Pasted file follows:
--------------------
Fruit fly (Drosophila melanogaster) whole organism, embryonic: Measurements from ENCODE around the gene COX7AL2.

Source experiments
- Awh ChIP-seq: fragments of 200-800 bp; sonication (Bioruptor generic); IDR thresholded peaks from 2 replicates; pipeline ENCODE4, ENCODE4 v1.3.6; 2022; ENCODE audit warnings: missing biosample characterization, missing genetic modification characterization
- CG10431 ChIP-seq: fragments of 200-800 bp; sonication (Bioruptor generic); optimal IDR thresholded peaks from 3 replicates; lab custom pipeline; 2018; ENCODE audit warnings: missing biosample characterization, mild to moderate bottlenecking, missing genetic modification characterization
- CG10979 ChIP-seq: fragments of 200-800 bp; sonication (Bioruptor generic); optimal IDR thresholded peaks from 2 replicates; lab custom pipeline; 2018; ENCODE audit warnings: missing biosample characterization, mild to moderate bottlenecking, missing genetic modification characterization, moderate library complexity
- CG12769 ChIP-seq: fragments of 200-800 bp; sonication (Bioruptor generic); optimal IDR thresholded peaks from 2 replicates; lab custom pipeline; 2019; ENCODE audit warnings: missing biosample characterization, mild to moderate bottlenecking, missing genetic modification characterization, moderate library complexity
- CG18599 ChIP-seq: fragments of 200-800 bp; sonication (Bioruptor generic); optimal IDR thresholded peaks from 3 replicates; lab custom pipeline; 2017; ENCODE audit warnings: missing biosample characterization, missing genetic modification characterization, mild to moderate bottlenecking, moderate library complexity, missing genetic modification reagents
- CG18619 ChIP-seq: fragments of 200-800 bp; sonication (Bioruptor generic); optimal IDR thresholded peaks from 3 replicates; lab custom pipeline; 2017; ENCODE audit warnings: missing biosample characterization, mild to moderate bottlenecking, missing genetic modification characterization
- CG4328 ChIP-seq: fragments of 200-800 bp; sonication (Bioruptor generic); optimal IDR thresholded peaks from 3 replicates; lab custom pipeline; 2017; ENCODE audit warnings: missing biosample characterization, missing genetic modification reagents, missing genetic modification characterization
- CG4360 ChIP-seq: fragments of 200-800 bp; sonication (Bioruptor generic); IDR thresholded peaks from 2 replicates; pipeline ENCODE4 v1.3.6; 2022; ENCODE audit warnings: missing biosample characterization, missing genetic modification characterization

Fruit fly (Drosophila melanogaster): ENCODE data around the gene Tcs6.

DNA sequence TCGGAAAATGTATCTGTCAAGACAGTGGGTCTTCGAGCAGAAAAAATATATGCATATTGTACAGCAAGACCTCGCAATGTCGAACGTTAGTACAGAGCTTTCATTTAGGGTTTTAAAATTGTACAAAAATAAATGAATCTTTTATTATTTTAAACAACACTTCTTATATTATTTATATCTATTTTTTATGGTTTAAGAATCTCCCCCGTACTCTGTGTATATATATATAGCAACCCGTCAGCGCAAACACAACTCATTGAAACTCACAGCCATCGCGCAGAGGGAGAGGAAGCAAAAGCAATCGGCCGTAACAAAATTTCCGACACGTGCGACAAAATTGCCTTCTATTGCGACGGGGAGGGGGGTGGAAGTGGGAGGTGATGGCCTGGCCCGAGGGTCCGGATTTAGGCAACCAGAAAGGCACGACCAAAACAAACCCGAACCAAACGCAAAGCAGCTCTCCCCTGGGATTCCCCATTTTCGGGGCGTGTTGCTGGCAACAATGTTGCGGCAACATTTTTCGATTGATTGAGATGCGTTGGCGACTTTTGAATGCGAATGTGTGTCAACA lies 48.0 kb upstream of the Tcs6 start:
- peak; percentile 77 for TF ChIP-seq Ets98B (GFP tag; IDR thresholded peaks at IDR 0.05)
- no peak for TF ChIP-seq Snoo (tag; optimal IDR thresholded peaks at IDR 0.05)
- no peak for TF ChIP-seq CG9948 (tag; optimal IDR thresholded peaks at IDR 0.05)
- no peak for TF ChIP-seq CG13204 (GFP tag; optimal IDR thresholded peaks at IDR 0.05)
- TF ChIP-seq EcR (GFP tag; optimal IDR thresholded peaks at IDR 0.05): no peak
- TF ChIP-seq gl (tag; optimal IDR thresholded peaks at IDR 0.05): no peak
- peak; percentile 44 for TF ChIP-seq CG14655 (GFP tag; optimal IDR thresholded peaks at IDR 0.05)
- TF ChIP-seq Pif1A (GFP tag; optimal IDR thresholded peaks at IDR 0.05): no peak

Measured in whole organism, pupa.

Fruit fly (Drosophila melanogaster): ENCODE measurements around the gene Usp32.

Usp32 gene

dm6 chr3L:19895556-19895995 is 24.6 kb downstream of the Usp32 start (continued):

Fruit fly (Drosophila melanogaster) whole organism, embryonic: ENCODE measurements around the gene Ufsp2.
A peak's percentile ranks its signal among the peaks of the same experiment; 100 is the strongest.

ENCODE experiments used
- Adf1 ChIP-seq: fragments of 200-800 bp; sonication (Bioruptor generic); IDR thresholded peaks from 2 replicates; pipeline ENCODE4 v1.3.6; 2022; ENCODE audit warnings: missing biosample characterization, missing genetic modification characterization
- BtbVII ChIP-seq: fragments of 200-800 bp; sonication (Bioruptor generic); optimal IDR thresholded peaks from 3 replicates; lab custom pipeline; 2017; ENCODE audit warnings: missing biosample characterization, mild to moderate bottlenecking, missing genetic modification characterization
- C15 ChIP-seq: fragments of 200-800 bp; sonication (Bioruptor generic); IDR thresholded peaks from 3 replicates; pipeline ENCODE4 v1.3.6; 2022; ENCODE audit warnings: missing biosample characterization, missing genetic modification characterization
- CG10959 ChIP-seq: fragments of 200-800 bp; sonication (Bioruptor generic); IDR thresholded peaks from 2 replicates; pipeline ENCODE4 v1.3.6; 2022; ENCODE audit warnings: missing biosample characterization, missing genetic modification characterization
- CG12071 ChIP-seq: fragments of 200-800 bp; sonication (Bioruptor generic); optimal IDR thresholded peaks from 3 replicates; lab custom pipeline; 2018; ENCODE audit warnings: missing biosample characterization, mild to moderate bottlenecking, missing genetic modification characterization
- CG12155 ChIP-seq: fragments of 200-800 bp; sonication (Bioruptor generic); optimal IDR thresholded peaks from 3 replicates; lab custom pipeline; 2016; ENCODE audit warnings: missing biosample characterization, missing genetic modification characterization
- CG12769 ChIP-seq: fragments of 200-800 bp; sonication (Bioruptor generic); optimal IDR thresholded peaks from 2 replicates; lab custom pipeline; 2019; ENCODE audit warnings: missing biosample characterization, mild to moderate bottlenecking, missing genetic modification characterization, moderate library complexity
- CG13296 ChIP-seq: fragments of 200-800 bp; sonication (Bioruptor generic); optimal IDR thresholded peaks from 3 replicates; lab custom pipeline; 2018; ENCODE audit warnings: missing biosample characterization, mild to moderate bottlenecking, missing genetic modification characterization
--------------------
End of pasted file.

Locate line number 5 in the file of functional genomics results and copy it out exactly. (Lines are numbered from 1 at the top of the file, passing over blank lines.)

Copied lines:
- CG10979 ChIP-seq: fragments of 200-800 bp; sonication (Bioruptor generic); optimal IDR thresholded peaks from 2 replicates; lab custom pipeline; 2018; ENCODE audit warnings: missing biosample characterization, mild to moderate bottlenecking, missing genetic modification characterization, moderate library complexity